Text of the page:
Missourians told to repay federal unemployment can seek waiver

      The Missouri Department of Labor this month announced a waiver process for those Missourians who received federal unemployment assistance and were then told they had not been eligible for it.  Over the past few days it sent notices to Missourians who may be eligible for such a waiver.

      Any Missourian who believes they could get a waiver is encouraged to visit the Department’s unemployment system website at https://uinteract.labor.mo.gov/benefits/home.do and apply.

Representative J. Eggelston (Photo: Tim Bommel, Missouri House Communications)

      House lawmakers in both parties pushed to have the state refuse to seek repayment of federal unemployment benefits.  Many had heard from constituents that the Department was demanding back money Missourians received while struggling in the midst of the COVID crisis, and typically months after it was already spent.

      Maysville Representative J. Eggleston (R) carried House Bill 1083, which he says would have accomplished the same thing as the Department’s waiver program. 

      “The feds weren’t asking for the money back so it seems silly to hassle Missourians to give back the overpayment money only to turn around and send it back to Washington D.C.,” said Eggleston.

      HB 1083 passed out of the House 157-3 in early March but did not reach the Governor’s desk.

      Lawmakers heard that some Missourians were being told the pay back in excess of $10,000 in federal and state unemployment overpayments.  The Department’s action would relieve the federal overpayment liability, which makes up the vast majority of that.

      “The Department tells me that they cannot do just a blanket forgiveness for all recipients.  Each recipient would have to apply individually, but if they go through the process and apply they can get the federal portion waived and keep that money, which probably amounted to about three-quarters of the money that they got,” said Eggleston. 

      Those who lost their job through no fault of their own and did not receive benefits owing to fraud would be eligible for a waiver.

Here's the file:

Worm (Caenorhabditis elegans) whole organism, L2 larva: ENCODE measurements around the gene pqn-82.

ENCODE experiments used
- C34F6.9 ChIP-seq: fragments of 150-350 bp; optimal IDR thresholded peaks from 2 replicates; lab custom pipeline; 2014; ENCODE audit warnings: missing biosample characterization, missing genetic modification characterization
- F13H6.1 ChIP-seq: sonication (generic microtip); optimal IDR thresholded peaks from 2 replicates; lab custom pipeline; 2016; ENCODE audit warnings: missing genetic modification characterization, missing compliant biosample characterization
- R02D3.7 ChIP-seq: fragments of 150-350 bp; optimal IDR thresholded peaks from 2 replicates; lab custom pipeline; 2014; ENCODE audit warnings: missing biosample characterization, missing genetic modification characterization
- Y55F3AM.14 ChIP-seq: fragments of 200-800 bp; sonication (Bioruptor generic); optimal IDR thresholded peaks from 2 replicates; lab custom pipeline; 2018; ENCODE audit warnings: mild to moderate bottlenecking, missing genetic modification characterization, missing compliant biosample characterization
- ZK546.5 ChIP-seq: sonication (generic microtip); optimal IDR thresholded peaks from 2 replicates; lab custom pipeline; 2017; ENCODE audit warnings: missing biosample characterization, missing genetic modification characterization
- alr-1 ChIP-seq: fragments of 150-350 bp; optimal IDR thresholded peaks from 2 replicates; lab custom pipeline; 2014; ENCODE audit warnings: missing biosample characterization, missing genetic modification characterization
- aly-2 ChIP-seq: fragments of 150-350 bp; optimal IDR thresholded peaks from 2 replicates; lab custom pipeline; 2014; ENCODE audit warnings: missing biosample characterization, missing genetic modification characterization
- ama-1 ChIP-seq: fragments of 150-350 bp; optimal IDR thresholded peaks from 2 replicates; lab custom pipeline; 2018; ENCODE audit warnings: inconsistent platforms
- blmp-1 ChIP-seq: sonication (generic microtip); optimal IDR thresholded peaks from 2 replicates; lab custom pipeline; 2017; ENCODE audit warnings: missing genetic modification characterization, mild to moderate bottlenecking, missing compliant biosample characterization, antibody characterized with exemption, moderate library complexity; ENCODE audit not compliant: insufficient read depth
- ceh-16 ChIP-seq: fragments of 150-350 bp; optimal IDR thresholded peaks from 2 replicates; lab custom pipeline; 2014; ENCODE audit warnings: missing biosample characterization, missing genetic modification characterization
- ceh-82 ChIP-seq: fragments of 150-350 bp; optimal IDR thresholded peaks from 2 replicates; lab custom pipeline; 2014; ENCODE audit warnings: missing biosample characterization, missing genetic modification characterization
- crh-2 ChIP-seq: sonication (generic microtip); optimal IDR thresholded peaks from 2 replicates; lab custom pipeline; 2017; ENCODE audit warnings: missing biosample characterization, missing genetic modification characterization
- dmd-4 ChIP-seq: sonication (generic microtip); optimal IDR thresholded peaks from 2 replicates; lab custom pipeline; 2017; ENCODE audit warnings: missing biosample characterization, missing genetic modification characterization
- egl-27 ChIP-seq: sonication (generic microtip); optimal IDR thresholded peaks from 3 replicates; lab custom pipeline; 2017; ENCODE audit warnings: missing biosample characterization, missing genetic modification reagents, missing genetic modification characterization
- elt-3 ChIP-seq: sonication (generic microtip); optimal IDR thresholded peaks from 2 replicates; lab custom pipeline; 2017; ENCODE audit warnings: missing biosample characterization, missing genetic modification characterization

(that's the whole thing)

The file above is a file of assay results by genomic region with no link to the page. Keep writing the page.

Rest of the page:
“The vast majority of the 47,000 Missourians effected should be eligible.  That’s my understanding,” said Eggleston.

He encourages anyone who, after applying for a waiver, continues to have problems with overpayment liability to contact their state representative or state senator.

Pronunciations:

Eggleston = (EGG-ull-stun)

House votes to waive federal unemployment overpayments, told Department of Labor will ‘call off the dogs’

      The Missouri House has voted to waive the biggest portion of unemployment overpayments that some 46,000 Missourians were being told to repay.  House members also heard that Governor Mike Parson (R) now supports the effort, and his Department of Labor will “pause” efforts to collect the federal portion of those overpayments while the legislation is moving.

Representatives Jered Taylor (left) and J. Eggleston (Photo: Tim Bommel, Missouri House Communications)

      Legislators learned that many of the Missourians who applied for and received unemployment assistance last year were then told that the state erred in finding them eligible.  They were told they had to pay back the money, often months after it had already been spent on necessities.  Some Missourians owed more than $20,000.

      The bill that was passed on Thursday would waive the federal portion of those repayments, which amounts to roughly three quarters or more of what most owed.  The legislation was the product of a broad, bipartisan effort.

      “The amount that the folks will get to keep from the federal portion amounts to $668,000, on average, per House district.  So every one of our districts, on average, $668,000 will stay here in Missouri rather than going back to Washington, D.C., if we pass this,” said bill sponsor J. Eggleston (R-Maysville).

      Republic representative Jered Taylor (R) chaired the committee that held hearings with the Department of Labor about this issue.  He said waiving this portion is the right thing to do for Missourians who were and are struggling, and were encouraged to apply by the state and federal governments.